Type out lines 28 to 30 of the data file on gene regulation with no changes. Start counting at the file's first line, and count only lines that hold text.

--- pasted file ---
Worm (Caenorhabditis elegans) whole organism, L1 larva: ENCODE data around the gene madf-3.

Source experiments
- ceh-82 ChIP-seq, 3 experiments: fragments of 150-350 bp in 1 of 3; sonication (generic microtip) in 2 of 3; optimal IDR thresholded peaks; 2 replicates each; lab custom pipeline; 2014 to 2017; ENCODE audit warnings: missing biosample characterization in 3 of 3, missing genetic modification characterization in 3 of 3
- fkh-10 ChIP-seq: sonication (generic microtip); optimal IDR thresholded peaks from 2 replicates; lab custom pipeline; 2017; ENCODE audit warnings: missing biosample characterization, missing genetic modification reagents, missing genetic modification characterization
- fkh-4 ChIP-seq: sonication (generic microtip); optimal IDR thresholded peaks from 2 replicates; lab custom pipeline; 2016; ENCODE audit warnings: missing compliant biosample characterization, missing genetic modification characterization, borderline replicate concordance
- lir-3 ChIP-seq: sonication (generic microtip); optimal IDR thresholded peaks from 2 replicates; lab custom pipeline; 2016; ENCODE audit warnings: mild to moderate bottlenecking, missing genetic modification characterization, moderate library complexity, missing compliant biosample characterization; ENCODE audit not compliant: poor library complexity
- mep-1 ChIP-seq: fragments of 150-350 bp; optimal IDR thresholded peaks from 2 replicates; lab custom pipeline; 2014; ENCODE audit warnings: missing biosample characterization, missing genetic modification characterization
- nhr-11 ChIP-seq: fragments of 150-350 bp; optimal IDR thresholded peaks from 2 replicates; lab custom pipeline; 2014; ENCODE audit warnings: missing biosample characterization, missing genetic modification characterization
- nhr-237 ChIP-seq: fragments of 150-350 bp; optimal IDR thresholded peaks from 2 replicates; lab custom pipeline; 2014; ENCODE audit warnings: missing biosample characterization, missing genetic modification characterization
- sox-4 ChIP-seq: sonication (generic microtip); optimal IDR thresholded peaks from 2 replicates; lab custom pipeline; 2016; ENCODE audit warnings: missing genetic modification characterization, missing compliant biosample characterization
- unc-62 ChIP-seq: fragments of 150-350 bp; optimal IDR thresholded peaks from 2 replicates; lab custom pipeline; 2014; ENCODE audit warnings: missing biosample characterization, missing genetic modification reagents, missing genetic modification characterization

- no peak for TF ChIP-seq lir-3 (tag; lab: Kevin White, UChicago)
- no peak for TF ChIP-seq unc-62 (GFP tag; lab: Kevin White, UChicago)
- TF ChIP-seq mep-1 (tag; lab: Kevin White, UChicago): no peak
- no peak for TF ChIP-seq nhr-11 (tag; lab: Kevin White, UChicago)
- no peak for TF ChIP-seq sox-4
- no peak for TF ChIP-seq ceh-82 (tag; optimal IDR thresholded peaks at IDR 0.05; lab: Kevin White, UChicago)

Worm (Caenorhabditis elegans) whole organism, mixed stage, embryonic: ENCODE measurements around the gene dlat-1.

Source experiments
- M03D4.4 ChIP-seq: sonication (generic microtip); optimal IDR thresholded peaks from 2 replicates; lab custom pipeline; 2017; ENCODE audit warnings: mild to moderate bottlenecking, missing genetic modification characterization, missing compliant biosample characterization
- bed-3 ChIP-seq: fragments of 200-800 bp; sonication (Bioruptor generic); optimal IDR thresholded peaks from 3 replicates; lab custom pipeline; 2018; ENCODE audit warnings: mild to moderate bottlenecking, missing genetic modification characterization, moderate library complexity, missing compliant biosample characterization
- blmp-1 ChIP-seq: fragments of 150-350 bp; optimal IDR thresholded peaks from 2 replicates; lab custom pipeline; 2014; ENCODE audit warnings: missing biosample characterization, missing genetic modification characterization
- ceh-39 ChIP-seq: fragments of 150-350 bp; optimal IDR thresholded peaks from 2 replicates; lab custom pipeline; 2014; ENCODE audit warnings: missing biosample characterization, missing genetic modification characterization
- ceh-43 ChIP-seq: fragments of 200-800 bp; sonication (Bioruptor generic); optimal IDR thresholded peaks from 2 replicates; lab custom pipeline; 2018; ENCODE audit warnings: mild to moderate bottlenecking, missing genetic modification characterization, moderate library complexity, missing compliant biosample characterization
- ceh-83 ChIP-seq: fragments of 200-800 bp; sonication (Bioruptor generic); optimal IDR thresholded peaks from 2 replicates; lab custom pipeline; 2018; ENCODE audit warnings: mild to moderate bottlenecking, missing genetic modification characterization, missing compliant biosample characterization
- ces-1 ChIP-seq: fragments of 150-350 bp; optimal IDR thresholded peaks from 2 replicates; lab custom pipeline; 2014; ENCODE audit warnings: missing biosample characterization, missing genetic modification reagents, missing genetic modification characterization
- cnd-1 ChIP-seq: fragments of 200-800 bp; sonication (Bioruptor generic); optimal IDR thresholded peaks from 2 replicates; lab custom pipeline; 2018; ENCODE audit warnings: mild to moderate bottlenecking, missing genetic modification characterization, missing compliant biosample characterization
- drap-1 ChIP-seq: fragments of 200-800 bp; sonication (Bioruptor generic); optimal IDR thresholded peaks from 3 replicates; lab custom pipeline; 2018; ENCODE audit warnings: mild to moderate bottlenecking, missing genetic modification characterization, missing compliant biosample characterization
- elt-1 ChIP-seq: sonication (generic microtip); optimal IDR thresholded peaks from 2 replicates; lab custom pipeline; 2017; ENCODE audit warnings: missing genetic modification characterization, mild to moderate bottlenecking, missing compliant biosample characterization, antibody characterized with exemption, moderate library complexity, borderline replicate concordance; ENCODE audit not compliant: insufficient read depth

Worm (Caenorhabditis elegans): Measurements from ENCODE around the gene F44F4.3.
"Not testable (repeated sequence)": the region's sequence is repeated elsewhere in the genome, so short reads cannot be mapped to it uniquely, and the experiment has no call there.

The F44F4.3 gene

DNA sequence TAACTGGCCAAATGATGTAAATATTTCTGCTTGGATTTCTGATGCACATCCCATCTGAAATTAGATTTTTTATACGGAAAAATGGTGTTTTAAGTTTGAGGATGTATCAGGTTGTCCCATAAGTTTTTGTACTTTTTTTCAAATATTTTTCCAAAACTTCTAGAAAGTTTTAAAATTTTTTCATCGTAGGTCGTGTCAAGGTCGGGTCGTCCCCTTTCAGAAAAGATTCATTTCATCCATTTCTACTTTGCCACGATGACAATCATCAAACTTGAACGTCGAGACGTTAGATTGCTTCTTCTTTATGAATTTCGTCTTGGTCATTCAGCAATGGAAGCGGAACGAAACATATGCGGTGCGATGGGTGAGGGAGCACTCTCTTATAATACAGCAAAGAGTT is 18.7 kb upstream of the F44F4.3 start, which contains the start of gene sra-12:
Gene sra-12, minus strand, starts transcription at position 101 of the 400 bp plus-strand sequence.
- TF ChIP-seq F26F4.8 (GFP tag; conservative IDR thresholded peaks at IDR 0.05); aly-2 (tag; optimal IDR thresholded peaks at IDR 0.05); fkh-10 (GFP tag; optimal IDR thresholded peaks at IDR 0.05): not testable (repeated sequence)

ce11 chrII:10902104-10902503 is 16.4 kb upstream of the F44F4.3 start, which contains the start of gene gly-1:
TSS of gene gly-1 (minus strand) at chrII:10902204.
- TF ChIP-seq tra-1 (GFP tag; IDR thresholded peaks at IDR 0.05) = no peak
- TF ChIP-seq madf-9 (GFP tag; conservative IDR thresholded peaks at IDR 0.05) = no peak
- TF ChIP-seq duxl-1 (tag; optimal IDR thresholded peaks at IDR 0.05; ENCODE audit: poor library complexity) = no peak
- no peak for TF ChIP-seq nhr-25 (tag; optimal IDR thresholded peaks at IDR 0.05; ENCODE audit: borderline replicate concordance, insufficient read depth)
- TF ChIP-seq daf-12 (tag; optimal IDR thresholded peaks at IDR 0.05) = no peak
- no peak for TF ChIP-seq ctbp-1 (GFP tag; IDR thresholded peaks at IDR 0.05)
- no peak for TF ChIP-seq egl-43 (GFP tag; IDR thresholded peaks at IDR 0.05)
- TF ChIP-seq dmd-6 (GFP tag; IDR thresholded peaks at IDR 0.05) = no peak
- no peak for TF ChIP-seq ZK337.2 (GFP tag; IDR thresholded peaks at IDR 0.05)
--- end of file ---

- drap-1 ChIP-seq: fragments of 200-800 bp; sonication (Bioruptor generic); optimal IDR thresholded peaks from 3 replicates; lab custom pipeline; 2018; ENCODE audit warnings: mild to moderate bottlenecking, missing genetic modification characterization, missing compliant biosample characterization
- elt-1 ChIP-seq: sonication (generic microtip); optimal IDR thresholded peaks from 2 replicates; lab custom pipeline; 2017; ENCODE audit warnings: missing genetic modification characterization, mild to moderate bottlenecking, missing compliant biosample characterization, antibody characterized with exemption, moderate library complexity, borderline replicate concordance; ENCODE audit not compliant: insufficient read depth

Worm (Caenorhabditis elegans): Measurements from ENCODE around the gene F44F4.3.